Friday, December 7, 2007

. Federal Reserve: "Factors Affecting Reserve Balances", December 5

- Fed's Treasuries holdings: $790.5bn (-$3.3bn)
- Other central banks' Treasuries holdings: $1,225.7bn (+$0.4bn) (*)
- Other central banks' agency securities: $811.0 (+$4.8bn) (*)
- Global Dollar Liquidity Measure: $2,827.3bn (+$2.0bn)

(*) Off-balance-sheet items

[1] Weekly Fed balance sheet watch: an early December surprise. I haven't missed a single weekly Fed balance sheet for the last ... eleven years! In other words: I only need a brief glance at the numbers to get a sense of what's coming. Then, I duly put the data into an Excel sheet for an extensive massage session. As soon I saw the latest numbers, I knew that the annual rate of change of the Global Dollar Liquidity measure would take a hit — a big one. At 12.7%, it is the lowest since March. Moreover, the stock of Treasury securities held by the Federal Reserve —a proxy for the monetary base— has all but collapsed. Its annual rate of growth (+1.9%) is the lowest since ... January 2001! The good news is that another rate cut is now firmly in the cards. And there may be some trades here: long dollar against the majors, and short commodities ...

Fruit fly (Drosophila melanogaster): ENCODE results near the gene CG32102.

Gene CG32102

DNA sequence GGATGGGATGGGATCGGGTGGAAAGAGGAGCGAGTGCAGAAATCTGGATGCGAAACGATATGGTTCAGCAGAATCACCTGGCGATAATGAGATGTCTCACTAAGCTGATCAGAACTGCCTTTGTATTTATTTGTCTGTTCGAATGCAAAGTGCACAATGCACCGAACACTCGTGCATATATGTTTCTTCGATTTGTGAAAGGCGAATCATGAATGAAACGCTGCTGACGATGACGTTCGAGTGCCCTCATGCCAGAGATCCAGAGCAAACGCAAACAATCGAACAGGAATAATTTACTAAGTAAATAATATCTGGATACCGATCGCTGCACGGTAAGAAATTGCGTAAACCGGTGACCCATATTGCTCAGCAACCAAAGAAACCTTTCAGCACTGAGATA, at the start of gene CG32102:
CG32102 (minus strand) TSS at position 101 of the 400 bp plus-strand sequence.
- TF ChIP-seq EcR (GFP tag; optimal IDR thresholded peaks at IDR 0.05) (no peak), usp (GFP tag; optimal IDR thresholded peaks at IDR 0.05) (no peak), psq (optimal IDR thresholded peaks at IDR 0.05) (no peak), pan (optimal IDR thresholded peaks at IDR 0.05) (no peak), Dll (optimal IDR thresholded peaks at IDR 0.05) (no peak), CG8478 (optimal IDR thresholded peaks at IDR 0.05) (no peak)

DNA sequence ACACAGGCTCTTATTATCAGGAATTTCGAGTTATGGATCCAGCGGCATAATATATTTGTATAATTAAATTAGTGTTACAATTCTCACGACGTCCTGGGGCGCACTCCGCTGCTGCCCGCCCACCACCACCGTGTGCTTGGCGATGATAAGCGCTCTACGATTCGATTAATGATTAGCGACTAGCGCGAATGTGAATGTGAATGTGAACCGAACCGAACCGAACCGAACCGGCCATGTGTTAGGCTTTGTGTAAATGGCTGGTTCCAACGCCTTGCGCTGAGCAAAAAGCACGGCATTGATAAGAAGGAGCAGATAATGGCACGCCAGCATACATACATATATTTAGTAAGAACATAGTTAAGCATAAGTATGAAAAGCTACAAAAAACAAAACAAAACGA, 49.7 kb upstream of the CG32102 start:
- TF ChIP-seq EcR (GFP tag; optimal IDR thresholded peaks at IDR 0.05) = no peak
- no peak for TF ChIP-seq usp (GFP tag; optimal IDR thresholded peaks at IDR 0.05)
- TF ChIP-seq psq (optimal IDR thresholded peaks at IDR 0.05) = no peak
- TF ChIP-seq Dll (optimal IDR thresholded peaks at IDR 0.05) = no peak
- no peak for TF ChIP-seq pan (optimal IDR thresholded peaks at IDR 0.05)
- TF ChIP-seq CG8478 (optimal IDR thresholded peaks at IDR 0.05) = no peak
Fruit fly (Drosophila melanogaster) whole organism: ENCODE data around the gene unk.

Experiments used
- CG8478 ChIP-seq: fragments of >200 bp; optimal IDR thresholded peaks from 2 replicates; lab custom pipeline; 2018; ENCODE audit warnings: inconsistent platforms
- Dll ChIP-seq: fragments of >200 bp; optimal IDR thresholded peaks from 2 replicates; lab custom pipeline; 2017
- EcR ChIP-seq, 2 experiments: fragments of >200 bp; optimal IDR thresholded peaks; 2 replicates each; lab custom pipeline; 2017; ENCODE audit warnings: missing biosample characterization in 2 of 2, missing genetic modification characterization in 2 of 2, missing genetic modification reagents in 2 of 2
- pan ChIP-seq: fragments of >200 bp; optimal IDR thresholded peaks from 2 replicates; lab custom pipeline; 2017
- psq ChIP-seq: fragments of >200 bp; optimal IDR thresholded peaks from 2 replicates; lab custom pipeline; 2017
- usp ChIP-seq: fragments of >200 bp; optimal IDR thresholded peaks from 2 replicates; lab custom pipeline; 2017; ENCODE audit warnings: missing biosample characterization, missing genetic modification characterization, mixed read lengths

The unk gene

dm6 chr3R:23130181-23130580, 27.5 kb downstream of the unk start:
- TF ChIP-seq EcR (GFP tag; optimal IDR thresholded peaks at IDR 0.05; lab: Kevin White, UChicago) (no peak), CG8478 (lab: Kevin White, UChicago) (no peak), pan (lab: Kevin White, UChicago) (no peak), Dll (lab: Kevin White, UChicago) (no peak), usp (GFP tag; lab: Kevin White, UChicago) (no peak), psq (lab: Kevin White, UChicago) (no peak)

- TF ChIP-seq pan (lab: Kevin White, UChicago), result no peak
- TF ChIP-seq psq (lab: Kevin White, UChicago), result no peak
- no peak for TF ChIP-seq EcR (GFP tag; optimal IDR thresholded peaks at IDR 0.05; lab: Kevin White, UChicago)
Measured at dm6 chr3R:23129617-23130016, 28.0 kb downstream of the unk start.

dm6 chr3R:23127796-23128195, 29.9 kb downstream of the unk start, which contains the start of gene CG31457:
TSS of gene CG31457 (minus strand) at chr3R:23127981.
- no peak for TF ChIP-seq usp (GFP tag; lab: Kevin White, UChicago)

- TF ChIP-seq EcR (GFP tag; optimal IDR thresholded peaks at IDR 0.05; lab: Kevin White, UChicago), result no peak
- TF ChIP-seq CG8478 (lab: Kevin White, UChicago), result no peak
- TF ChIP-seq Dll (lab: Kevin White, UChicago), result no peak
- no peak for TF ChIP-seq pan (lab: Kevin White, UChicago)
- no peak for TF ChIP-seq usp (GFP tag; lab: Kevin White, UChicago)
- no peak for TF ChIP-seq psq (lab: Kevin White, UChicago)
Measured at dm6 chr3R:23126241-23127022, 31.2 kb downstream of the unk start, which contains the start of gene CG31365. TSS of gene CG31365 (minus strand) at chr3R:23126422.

[2] Credit Default Swaps & liquidity conditions [Liquidity @ Financial Times]. The collapse in market liquidity has taken its toll on Credit Default Swaps, widely seen as "one of the most liquid corners of the derivatives markets". While the market for single-name CDS is "almost totally illiquid in Europe", even benchmark CDS indices are seeing lower volumes. As I read this FT piece, I note that, over the last two sessions, CDS spreads have narrowed considerably more than spreads on cash bonds. Along with the anemic VIX, this has helped the Endogenous Liquidity Index, which is now down "only" 29.7%. [Sarah O'Connor: "Credit default swaps in treacherous waters", Financial Times]

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